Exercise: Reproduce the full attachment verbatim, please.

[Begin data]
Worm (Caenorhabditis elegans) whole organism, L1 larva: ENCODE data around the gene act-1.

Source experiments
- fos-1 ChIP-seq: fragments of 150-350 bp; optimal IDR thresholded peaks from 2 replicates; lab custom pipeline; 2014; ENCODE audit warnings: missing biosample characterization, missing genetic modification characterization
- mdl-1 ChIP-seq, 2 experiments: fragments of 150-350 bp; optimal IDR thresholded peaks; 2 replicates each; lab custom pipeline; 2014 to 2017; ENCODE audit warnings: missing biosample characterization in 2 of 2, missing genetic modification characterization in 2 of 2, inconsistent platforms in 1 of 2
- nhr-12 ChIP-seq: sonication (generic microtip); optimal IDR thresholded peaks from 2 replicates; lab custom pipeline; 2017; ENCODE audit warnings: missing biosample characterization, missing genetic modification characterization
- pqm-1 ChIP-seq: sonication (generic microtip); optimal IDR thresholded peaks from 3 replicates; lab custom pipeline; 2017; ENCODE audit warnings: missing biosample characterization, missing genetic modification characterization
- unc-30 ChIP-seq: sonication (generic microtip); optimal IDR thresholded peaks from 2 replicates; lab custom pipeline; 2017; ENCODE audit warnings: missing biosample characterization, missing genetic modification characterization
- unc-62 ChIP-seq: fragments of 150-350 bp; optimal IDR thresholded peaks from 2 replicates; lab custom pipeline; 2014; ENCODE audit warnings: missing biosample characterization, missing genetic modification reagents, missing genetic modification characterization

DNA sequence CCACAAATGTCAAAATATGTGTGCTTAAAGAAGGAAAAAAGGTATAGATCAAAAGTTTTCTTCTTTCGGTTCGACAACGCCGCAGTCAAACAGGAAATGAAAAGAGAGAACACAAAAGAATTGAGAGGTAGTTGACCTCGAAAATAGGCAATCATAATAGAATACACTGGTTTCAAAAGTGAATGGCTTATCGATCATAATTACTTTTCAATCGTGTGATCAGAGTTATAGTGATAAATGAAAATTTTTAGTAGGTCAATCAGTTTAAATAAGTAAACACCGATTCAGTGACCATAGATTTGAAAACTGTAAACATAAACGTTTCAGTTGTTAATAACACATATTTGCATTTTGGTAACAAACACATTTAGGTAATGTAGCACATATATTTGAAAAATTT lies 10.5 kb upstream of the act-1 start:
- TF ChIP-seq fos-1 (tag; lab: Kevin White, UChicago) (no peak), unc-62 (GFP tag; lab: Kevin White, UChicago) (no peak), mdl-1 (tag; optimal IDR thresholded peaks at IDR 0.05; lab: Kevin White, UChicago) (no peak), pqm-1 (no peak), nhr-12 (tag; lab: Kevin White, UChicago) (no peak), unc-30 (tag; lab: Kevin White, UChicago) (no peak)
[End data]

Worm (Caenorhabditis elegans) whole organism, L1 larva: ENCODE data around the gene act-1.

Source experiments
- fos-1 ChIP-seq: fragments of 150-350 bp; optimal IDR thresholded peaks from 2 replicates; lab custom pipeline; 2014; ENCODE audit warnings: missing biosample characterization, missing genetic modification characterization
- mdl-1 ChIP-seq, 2 experiments: fragments of 150-350 bp; optimal IDR thresholded peaks; 2 replicates each; lab custom pipeline; 2014 to 2017; ENCODE audit warnings: missing biosample characterization in 2 of 2, missing genetic modification characterization in 2 of 2, inconsistent platforms in 1 of 2
- nhr-12 ChIP-seq: sonication (generic microtip); optimal IDR thresholded peaks from 2 replicates; lab custom pipeline; 2017; ENCODE audit warnings: missing biosample characterization, missing genetic modification characterization
- pqm-1 ChIP-seq: sonication (generic microtip); optimal IDR thresholded peaks from 3 replicates; lab custom pipeline; 2017; ENCODE audit warnings: missing biosample characterization, missing genetic modification characterization
- unc-30 ChIP-seq: sonication (generic microtip); optimal IDR thresholded peaks from 2 replicates; lab custom pipeline; 2017; ENCODE audit warnings: missing biosample characterization, missing genetic modification characterization
- unc-62 ChIP-seq: fragments of 150-350 bp; optimal IDR thresholded peaks from 2 replicates; lab custom pipeline; 2014; ENCODE audit warnings: missing biosample characterization, missing genetic modification reagents, missing genetic modification characterization

DNA sequence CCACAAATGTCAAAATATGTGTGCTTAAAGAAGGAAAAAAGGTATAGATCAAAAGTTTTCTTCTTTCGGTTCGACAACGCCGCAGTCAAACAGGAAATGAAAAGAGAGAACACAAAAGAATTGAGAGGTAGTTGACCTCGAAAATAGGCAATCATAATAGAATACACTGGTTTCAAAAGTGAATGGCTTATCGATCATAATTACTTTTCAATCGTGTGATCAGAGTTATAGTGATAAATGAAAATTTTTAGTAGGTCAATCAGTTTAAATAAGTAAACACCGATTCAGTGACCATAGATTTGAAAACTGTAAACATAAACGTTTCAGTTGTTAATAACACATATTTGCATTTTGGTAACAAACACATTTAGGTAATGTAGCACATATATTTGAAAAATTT lies 10.5 kb upstream of the act-1 start:
- TF ChIP-seq fos-1 (tag; lab: Kevin White, UChicago) (no peak), unc-62 (GFP tag; lab: Kevin White, UChicago) (no peak), mdl-1 (tag; optimal IDR thresholded peaks at IDR 0.05; lab: Kevin White, UChicago) (no peak), pqm-1 (no peak), nhr-12 (tag; lab: Kevin White, UChicago) (no peak), unc-30 (tag; lab: Kevin White, UChicago) (no peak)